WASHINGTON — The Federal Deposit Insurance Corp. issued a proposal Tuesday that would significantly overhaul how much large banks pay in premiums.
Under the plan, which has a 60-day comment period, institutions with more than $10 billion in assets would be assessed based on more "forward-looking measures," such as their ability to handle asset-related stresses and the potential severity of FDIC losses if that institution were to fail.
The proposal would apply to 107 institutions. It would eliminate certain factors currently used in determining a large bank's premiums, including their debt issuer ratings from accredited rating agencies. The new system would still rely partly on a bank's Camels rating as a key pricing factor, but would combine it with new measures.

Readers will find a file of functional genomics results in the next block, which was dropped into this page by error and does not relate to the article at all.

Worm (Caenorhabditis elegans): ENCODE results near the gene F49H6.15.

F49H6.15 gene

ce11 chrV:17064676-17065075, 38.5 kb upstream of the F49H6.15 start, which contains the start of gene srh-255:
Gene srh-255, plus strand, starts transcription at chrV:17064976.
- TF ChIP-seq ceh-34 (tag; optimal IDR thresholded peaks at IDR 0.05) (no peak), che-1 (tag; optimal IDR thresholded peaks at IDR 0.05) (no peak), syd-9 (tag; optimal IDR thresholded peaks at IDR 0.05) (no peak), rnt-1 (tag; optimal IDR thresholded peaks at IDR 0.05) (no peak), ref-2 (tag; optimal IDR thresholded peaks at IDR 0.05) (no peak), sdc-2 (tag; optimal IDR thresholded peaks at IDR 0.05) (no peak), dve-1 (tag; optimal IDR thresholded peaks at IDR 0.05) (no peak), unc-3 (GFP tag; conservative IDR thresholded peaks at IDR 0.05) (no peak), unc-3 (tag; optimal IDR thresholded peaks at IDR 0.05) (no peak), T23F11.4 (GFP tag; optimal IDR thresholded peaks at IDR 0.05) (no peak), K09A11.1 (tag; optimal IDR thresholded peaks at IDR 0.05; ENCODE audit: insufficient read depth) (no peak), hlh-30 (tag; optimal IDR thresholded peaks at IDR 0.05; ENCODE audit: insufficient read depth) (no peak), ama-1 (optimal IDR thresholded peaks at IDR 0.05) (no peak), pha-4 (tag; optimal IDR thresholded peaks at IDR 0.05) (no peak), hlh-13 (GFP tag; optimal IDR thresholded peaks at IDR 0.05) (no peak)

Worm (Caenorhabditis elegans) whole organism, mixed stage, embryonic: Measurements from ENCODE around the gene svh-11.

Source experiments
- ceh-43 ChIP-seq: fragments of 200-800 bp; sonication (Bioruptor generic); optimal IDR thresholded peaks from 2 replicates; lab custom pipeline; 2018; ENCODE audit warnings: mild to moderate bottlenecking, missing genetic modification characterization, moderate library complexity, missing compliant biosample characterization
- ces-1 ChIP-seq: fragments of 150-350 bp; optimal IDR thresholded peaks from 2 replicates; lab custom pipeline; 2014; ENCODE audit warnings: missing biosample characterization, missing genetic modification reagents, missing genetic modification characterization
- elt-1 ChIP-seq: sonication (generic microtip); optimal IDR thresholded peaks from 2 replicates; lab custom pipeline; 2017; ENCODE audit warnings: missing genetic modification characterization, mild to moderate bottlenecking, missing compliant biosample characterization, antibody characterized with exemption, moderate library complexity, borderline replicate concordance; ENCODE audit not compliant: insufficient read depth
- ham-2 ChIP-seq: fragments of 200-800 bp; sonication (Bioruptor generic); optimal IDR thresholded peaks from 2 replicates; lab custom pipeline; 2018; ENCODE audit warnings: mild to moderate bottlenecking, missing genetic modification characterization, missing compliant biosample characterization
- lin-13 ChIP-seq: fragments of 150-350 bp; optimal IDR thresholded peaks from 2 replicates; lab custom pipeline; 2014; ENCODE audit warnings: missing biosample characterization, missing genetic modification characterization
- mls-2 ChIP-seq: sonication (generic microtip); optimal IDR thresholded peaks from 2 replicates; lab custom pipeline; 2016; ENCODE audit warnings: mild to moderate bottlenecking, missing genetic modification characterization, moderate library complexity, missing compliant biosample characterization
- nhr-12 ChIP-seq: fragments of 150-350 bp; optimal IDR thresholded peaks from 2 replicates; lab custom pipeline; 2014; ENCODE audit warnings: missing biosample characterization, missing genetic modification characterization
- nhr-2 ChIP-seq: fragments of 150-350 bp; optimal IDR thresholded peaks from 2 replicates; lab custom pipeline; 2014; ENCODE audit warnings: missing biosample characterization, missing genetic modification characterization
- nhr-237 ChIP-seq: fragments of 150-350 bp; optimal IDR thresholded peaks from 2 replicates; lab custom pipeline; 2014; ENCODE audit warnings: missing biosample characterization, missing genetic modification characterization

Nine "highly complex" institutions would be judged even more closely. Those institutions — which have assets of more than $50 billion and holding companies larger than $500 billion of assets — would be subject to additional pricing factors, such as the tangible common equity ratio of the parent firm, and the market spreads of their senior bonds.
The system would not necessarily cause a higher premium for all large institutions. Large banks would no longer be placed in buckets — known as risk categories — that under the current system determine their premium payment. Instead, an individual scorecard would determine a large bank's premium based on a scale from 10 cents per $100 of domestic deposits to 50 cents. (The current range for the industry is 12 to 45 cents).
The FDIC also proposed to alter the rate schedule for smaller institutions. Even though those institutions would still be placed into risk categories, and their pricing formula would stay the same, the FDIC proposal would let premiums go as low as 10 basis points and as high as 50 basis points, similar to large banks.